Landmark ruling provides long awaited guidance for private client practitioners on recoverability of success fees and helps to ensure claimants in difficult financial circumstances can access legal support
A Court of Appeal ruling, passed down today, has confirmed that the success fee element of conditional fee agreements (CFAs) can be recovered as part of an award under the Inheritance (Provision for Family and Dependants) Act 1975 (the 1975 Act).
The landmark ruling provides certainty to private client practitioners acting for claimants in difficult financial circumstances who wish to fund their claim through a CFA. It sets a clear precedent that success fees agreed between a claimant and their legal team can be factored into the amount awarded by the court. Previously, it was commonplace for success fees to be owed separately by the claimant and not taken into consideration when deciding the amount of any award from an estate.
The appeal concerned the recent case of Re Hirachand (Deceased), where the deceased’s estranged daughter was awarded a share of her father’s estate, despite not being a beneficiary of his Will.
Mr Hirachand died tragically in a house fire in West London on 6 August 2016. His last Will, dated 25 June 1998, stipulated that his entire estate, valued at £1.2m, pass to his surviving spouse, the claimant’s mother.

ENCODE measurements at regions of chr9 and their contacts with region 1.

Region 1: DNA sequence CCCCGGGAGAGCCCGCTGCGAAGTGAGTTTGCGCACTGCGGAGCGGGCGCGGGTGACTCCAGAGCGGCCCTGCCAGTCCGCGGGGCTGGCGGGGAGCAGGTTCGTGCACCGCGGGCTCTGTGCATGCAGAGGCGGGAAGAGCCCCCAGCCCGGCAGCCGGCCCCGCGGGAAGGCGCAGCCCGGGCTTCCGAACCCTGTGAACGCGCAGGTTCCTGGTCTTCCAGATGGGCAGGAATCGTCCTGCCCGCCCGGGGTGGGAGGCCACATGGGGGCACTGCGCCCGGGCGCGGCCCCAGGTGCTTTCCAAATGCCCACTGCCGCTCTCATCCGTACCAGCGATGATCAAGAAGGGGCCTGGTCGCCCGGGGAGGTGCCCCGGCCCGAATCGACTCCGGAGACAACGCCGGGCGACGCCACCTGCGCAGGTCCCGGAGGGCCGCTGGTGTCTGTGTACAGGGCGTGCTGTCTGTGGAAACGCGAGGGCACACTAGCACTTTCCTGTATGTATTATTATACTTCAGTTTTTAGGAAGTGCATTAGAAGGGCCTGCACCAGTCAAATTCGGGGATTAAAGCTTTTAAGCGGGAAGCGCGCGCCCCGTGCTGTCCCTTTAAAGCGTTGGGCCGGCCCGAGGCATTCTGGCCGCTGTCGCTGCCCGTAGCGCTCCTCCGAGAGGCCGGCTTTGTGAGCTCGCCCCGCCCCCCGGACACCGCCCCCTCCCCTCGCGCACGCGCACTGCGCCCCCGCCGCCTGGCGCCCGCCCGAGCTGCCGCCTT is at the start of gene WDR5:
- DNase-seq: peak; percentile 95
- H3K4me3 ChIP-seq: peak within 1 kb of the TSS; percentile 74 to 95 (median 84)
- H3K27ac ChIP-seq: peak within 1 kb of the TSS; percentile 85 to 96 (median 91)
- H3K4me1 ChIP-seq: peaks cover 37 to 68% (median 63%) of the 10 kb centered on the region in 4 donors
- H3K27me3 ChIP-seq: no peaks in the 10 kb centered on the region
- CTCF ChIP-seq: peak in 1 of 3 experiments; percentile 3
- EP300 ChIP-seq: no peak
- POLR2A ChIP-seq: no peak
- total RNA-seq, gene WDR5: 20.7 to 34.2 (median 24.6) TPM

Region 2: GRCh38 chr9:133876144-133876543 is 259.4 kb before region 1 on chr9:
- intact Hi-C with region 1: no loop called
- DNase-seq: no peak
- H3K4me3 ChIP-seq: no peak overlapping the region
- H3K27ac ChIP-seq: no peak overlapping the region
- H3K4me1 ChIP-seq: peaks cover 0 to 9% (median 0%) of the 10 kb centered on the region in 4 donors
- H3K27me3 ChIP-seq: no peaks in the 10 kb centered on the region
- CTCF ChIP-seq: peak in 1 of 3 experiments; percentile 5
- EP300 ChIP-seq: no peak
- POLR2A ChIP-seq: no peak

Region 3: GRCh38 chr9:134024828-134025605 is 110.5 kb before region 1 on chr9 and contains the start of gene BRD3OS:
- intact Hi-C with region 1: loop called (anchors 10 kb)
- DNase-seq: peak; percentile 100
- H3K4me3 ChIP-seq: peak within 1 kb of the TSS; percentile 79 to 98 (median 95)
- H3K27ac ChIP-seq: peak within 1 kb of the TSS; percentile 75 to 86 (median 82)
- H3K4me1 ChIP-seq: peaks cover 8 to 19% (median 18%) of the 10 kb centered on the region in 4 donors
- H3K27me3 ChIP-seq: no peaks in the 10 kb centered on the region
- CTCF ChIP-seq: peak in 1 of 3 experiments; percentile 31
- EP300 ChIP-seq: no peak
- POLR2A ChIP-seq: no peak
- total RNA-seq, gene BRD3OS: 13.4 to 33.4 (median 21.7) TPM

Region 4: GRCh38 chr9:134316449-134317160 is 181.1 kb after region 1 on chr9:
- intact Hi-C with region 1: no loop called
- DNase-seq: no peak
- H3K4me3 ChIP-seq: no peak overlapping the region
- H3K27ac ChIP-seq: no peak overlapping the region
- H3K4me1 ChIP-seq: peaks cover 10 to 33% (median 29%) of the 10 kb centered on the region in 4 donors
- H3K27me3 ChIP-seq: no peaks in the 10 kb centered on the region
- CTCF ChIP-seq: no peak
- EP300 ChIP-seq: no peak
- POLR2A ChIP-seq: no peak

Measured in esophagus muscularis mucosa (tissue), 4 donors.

The claimant’s legal team at law firm Moore Barlow successfully argued that she was entitled to a share of the estate under the Inheritance Act 1975 to cover ongoing healthcare costs related to a pre-existing mental health condition.
Today’s unsuccessful appeal, brought forward by the claimant’s mother – the otherwise sole beneficiary of Mr Hirachand’s Will – upholds the decision by Justice Cohen, who heard the original court case, to factor the success fee into the amount awarded to the claimant.
Scott Taylor, partner and head of contentious trusts and estates at Moore Barlow, who acted for the claimant, said: “This is an incredibly important and positive ruling and supports claimants who are only able to litigate by entering into a CFA arrangement. Previously, claimants in a difficult financial position had worryingly few avenues to pursue such claims because of the prohibitive costs associated with taking legal action. CFAs are one of the few options open to people in these circumstances but access to good legal representation was often hard to come by because law firms had very little guarantee they would be able to recover their fees.
“The court’s decision incentivises private client lawyers to take on cases under the Inheritance Act 1975 for those able to demonstrate genuine financial need under CFAs which in turn could make it easier for people to access specialist legal support, regardless of their financial circumstances.”
Emily Travell, associate in the contentious trusts and estates team, added: “Following Lord Justice Jackson’s cost reforms in 2013, which primarily targeted personal injury claims, this landmark case offers clarity around recoverability of success fees in relation to claims under the Inheritance Act and prevents a situation where justice is weighed in favour of a party or parties in the stronger financial position”